The Botany Campus embraces learning with digital technologies.

With increasing staff expertise and available resources, the IT culture at the Botany Campus is evolving in dynamic ways. The changing pace of technology has revolutionized some of our teaching and learning.

How is digital technology integrated?

Digital technology is used by teachers and students across all subject areas from Y7-13 with a wide range of e-tools, devices and programmes being implemented. These are constantly being added to and updated through our teaching with inquiry. Staff continue to undergo regular professional learning to enrich their understanding of teaching and learning with digital technologies. Subject departments also actively participate in professional forums and online learning communities (locally and internationally) such as Mathletics, Live-Wire learning, Vital English, Language Perfect and Best Choice, Twitter, VLN, etc.

Fundamental learning still occurs in the classroom which is further supported at home by readily available online learning. This has made teaching and learning not only more accessible but also more exciting and engaging for students.

Traditional forms of assessment continue to be a significant part of a secondary student’s learning. Students are still processing paper-based information as this is a feature of NCEA external assessments. A well-balanced curriculum is offered to students where digital technology is used as a support to enhance teaching and to encourage student achievement. Not only is it important to keep up-to-date in the technological world, but it is also important to ensure that the tools, programmes and devices used prepare students for what lies beyond their final year of secondary schooling.

What devices do we use?

At the Botany Campus we advocate devices that assist students in research and aid them in processing and presenting their work in a format suitable for the particular needs of that subject and level. This allows for a wide variety of devices, programmes and e-tools to be used as we continue to explore new possibilities to equip our students in the 21st century. Google Apps for Education (GAFE) and Microsoft Office 365, free for students in New Zealand, are actively used at the Senior Campus and devices should be able to support these platforms.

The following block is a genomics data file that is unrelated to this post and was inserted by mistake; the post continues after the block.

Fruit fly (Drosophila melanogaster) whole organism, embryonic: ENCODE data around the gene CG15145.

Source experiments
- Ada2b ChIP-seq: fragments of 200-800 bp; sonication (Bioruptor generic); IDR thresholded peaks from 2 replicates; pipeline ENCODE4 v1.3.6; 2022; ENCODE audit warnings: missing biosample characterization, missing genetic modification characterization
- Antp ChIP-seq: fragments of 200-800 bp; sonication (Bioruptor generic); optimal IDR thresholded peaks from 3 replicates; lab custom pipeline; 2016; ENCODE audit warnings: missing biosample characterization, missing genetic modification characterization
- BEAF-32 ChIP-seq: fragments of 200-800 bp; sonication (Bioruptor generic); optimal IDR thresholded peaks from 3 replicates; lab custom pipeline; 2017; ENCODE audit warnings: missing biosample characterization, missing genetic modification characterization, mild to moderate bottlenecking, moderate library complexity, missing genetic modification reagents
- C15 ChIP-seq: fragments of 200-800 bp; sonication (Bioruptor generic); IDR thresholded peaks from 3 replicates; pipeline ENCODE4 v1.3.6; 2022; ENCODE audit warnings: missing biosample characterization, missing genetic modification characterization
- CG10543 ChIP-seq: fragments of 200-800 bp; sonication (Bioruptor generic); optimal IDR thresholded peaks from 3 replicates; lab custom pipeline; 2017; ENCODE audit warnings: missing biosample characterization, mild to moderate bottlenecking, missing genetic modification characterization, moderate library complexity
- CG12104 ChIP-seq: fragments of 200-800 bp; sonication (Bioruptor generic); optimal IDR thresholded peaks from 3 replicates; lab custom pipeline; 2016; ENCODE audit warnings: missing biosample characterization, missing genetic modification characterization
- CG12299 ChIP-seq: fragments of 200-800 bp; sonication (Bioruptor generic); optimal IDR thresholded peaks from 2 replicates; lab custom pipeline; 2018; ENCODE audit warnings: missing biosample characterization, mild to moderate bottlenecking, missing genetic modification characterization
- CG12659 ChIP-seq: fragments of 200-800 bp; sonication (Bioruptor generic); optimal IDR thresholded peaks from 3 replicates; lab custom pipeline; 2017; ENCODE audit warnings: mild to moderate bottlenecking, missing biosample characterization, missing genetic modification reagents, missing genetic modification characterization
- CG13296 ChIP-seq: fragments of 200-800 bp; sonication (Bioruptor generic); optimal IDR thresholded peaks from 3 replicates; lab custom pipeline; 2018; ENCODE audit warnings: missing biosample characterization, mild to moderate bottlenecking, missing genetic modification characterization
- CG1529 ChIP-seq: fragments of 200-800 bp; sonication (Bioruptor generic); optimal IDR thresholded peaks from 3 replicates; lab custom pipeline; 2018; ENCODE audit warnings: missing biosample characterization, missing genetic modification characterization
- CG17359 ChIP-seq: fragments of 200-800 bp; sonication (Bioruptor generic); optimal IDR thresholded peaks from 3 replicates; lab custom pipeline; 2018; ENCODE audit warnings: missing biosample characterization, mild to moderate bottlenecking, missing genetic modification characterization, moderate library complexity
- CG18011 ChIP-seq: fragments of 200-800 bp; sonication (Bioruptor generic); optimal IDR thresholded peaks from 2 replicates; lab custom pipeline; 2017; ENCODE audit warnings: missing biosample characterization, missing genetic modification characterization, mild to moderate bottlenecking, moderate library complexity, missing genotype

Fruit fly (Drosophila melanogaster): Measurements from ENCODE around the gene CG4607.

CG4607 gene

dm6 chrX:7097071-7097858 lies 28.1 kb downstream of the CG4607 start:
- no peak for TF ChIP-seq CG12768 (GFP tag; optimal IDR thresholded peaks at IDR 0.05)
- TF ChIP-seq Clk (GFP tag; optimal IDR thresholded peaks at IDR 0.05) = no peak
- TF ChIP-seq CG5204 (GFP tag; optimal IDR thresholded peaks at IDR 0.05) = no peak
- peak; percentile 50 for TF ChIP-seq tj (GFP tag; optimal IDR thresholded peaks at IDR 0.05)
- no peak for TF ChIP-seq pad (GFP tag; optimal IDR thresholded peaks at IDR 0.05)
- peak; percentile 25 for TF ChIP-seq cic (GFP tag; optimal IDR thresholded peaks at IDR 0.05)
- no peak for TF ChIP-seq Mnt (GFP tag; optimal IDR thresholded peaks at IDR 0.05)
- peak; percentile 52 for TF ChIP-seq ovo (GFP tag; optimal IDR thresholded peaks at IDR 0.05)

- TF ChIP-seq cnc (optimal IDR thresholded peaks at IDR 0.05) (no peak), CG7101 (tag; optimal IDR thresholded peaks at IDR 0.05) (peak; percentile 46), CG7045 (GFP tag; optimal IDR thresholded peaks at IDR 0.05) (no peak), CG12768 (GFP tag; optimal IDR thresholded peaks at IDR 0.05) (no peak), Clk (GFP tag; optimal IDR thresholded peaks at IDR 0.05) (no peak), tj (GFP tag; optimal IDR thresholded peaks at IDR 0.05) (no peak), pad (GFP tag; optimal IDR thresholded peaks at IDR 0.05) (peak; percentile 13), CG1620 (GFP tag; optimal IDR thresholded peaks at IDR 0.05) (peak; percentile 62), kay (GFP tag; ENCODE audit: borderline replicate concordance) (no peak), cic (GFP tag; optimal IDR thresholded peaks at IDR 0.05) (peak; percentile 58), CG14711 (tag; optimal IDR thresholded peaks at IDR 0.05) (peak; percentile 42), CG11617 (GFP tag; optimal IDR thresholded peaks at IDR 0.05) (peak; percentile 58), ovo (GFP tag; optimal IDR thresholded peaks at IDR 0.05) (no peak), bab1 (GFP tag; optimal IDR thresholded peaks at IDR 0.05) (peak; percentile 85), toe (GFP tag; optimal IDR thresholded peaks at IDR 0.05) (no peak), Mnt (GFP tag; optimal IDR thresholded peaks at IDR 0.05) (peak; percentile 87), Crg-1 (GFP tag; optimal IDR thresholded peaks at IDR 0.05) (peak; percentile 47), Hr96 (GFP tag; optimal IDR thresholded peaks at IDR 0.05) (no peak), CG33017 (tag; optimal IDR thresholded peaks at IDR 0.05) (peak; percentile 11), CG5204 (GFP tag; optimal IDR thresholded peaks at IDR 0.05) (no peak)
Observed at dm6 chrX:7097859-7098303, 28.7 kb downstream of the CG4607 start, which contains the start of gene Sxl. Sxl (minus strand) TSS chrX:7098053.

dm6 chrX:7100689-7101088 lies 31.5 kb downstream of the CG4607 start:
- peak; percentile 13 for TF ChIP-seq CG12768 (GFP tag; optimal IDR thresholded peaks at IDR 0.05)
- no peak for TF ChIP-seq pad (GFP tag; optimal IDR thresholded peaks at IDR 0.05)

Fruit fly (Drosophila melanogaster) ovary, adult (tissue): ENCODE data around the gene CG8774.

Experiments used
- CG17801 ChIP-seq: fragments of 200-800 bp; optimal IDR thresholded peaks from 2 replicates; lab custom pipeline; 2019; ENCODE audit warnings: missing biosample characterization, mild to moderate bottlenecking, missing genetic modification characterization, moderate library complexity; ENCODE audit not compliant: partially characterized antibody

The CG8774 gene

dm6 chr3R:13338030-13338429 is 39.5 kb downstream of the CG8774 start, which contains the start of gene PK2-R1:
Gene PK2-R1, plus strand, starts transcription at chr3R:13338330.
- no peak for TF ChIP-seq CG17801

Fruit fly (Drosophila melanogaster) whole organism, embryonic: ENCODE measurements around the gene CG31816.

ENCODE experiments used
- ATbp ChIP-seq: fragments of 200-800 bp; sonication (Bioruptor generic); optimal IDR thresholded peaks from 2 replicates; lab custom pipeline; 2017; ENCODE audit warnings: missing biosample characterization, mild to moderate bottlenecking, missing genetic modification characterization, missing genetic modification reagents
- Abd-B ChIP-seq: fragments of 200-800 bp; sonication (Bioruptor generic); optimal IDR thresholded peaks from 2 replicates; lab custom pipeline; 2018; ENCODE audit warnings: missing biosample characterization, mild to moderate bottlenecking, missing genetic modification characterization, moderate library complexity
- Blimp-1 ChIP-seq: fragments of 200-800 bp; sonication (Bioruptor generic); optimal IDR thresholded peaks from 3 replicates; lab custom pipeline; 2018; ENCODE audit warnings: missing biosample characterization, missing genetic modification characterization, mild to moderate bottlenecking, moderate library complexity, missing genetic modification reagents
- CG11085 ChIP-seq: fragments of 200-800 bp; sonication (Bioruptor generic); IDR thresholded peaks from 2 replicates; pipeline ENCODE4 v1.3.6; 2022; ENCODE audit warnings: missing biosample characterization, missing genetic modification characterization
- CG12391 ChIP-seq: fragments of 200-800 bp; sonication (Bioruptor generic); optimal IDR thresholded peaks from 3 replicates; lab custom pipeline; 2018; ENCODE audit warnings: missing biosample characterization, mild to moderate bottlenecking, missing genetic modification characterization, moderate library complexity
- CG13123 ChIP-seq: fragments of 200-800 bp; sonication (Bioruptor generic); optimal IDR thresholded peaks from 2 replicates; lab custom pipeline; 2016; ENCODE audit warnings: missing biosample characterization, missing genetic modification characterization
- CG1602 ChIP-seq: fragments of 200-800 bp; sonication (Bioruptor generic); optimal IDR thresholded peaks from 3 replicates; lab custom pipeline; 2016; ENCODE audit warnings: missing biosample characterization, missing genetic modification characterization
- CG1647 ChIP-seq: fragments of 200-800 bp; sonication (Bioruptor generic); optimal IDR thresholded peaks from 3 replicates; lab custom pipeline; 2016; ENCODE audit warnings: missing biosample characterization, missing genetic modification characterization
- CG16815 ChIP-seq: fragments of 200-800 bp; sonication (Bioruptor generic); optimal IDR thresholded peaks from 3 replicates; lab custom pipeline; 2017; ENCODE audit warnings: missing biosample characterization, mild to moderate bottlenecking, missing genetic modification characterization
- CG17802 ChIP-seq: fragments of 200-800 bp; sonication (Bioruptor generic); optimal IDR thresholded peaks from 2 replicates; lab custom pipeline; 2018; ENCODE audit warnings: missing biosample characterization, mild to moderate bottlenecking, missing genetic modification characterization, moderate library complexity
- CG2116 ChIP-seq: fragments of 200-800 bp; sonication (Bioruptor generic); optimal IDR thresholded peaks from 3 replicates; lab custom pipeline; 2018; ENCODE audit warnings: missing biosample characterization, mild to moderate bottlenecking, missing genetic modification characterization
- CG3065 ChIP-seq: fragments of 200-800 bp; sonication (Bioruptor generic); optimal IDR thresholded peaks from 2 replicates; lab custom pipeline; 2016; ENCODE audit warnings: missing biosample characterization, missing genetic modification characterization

Years 7 – 10: All Year 7 – 10 students are encouraged to bring an iPad to support their learning. Parents are advised to invest in a shockproof case for the iPad.

Year 11 – 13: Students are strongly encouraged to bring a laptop to support their learning. At a minimum, devices have to meet the technical specifications explained below. Please note that some subjects in the NCEA curriculum, e.g. music, photography and design, may require specialised tasks and a higher level of computing power that will not be available in lower priced models. Students and parents are encouraged to contact a student’s NCEA subject teacher if they need more clarification about these specialised tasks.

What are the technical specifications of a laptop used by a Year 11 – 13 student?

● It has to have a guaranteed battery life of 5 hours or more from one charge.
● Laptops need to either have Windows 7 or higher, or Mac OS X 10.9 or higher.
● The device needs to have a physical keyboard.
● A protective casing is recommended for all devices (if a protective casing is available).
● Antivirus software (if available for the operating system of the device).

Important note: The Microsoft Surface RT tablet and Chromebooks are not compatible with some of Elim Christian College’s educational software and parents are advised not to purchase these devices.

Blended Learning Examples

Mathematics and Statistics use Excel and other software to calculate, graph and analyse enormous amounts of data. English requires students to create multi-media presentations and oral assessments are filmed to provide exemplars and pathways for future students. Online programmes such as Mathletics, Language Perfect and My Live-Wire Learning are used extensively as well as Vital English with ESOL students.

In the Social Sciences the teachers have been pushing the boundaries in the use of ICT in the classroom: Geography students have been learning how to use the Geographic Information Systems software ArcMap 10.0, which is produced by ESRI. This is the leading GIS software globally and is used by both central and local government worldwide. This was previously only taught in universities, but in recent years there has been a push for this to be taught in schools as well.

History students have been using video editing software such as Adobe Premiere Pro to recreate historic events as well as ArcMap. This type of software uses graphic files that use enormous quantities of data, which means it is essential to keep up to date with the latest and best technology. In Social Studies, Y9/10 students regularly use the Internet for research projects and utilise technology for a range of production purposes.